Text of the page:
'So much needs to be done'
Port-au-Prince - Haiti's quake survivors faced rising insecurity on Friday with thousands of criminals on the loose and reports of rape and violence plaguing the weak and vulnerable.
Aid is still only trickling in despite a vast international relief effort launched after the January 12 disaster, and hundreds of thousands of homeless people are sheltering in tent camps short of food and medicines.
The deputy head of the UN mission in Haiti, Anthony Banbury, told AFP that desperate survivors waiting in line for aid were sometimes turning violent.
While the emergency relief was vital after the quake, which killed 170 000 people, "at the same it can be a source of insecurity because it attracts big crowds and there can be disorder around food distribution."
Speaking in Jacmel, a ruined town near the capital Port-au-Prince, Banbury said that it was "absolutely necessary that we get enough food, enough water, enough shelter for the people, and enough security".
"I don't think any of us are anywhere near being close to being satisfied, because so much more needs to be done," he added.
The occasional ray of hope does penetrate the gloom - a 16-year-old girl was pulled alive from the ruins on Wednesday after surviving 15 days without any food or water.
Girls raped under tents
But for many others, life remains a struggle for survival.
Because of the lack of electricity in Port-au-Prince, "bandits are taking advantage to harass and rape women and young girls under the tents," national police chief Mario Andresol said.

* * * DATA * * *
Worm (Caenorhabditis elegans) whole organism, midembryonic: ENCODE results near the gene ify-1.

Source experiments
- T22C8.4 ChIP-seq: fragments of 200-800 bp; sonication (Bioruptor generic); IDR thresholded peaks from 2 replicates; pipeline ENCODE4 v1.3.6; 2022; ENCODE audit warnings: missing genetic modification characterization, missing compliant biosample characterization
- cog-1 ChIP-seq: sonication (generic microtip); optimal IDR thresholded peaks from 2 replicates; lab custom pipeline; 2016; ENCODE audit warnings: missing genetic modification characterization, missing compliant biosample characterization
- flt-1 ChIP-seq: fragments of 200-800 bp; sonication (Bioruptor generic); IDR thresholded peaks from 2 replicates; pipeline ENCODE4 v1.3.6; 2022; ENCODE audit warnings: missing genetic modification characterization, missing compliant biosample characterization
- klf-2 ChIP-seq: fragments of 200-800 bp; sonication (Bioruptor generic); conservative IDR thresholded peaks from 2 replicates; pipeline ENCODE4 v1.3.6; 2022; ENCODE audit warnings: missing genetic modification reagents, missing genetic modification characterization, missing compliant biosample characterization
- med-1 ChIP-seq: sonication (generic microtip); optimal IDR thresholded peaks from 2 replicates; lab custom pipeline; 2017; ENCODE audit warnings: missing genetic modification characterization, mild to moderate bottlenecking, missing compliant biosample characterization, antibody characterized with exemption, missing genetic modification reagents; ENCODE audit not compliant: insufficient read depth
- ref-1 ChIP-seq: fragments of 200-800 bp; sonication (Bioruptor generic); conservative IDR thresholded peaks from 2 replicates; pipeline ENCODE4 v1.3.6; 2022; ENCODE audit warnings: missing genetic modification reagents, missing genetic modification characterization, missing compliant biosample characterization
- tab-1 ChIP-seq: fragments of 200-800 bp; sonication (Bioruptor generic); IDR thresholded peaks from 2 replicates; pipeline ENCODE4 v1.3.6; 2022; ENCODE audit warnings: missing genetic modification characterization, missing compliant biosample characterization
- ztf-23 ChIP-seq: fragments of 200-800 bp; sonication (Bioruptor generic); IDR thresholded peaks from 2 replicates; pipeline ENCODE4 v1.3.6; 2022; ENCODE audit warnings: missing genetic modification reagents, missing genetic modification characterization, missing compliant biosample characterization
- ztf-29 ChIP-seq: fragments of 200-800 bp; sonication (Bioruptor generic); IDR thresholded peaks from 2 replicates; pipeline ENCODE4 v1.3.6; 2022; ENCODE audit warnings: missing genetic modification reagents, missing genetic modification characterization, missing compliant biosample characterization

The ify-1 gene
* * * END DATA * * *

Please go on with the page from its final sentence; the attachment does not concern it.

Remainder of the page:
He said more than 7 000 prisoners had escaped on the day of the quake. "It took us five years to apprehend them. Today they are running wild."
Security was already tenuous in Haiti before the 7.0-magnitude quake, but the police force has been crippled with hundreds of members dead or missing.
"At night, people take things," said Omen Cola, as she washed a blouse in a basin made from a cut-off plastic container.
"But I don't have a problem. I don't have anything to steal."
The United Nations says international aid pledges and funding for Haiti now top $2bn, but the task of getting the country back on its feet remains huge.
Lieutenant Colonel Bruce Ewing, commander of Canada's Disaster Assistance Response Team, said he worried there was insufficient management.
"Everyone is trying to help, but it's not as co-ordinated as it should be," he told AFP. "We're not getting aid to where it needs to go as effectively as it should be."
Banbury said the UN did not want huge tent cities later turning into slums where there was poor sanitation, no security and child abuse.
The UN, along with aid agencies and security forces, must "do things smart, as well as fast, and that's a big challenge for us now".
The start of the hurricane season in May could make the situation in Haiti even worse, with some 200 000 families without a roof, warned Margareta Wahlstrom, the UN representative for disaster risk reduction.
In a setback, the US military said engineers would need up to 10 weeks to repair one of the two main piers at the capital's port after it was jolted by aftershocks following earlier repairs.
The US has spearheaded relief efforts, sending in 20 000 troops, 23 ships and more than 90 aircraft to help deliver aid and medical care, said General Douglas Fraser, head of the US Southern Command.
The State Department said the United States was spearheading a co-ordinated effort together with Unicef, the Haitian government, the Red Cross and other agencies to combat the potential trafficking of children.
A plane carrying 60 orphan children landed in Germany where they are being adopted under procedures already largely finalised before the quake.
Six were treated in hospital after arrival for dehydration and fatigue.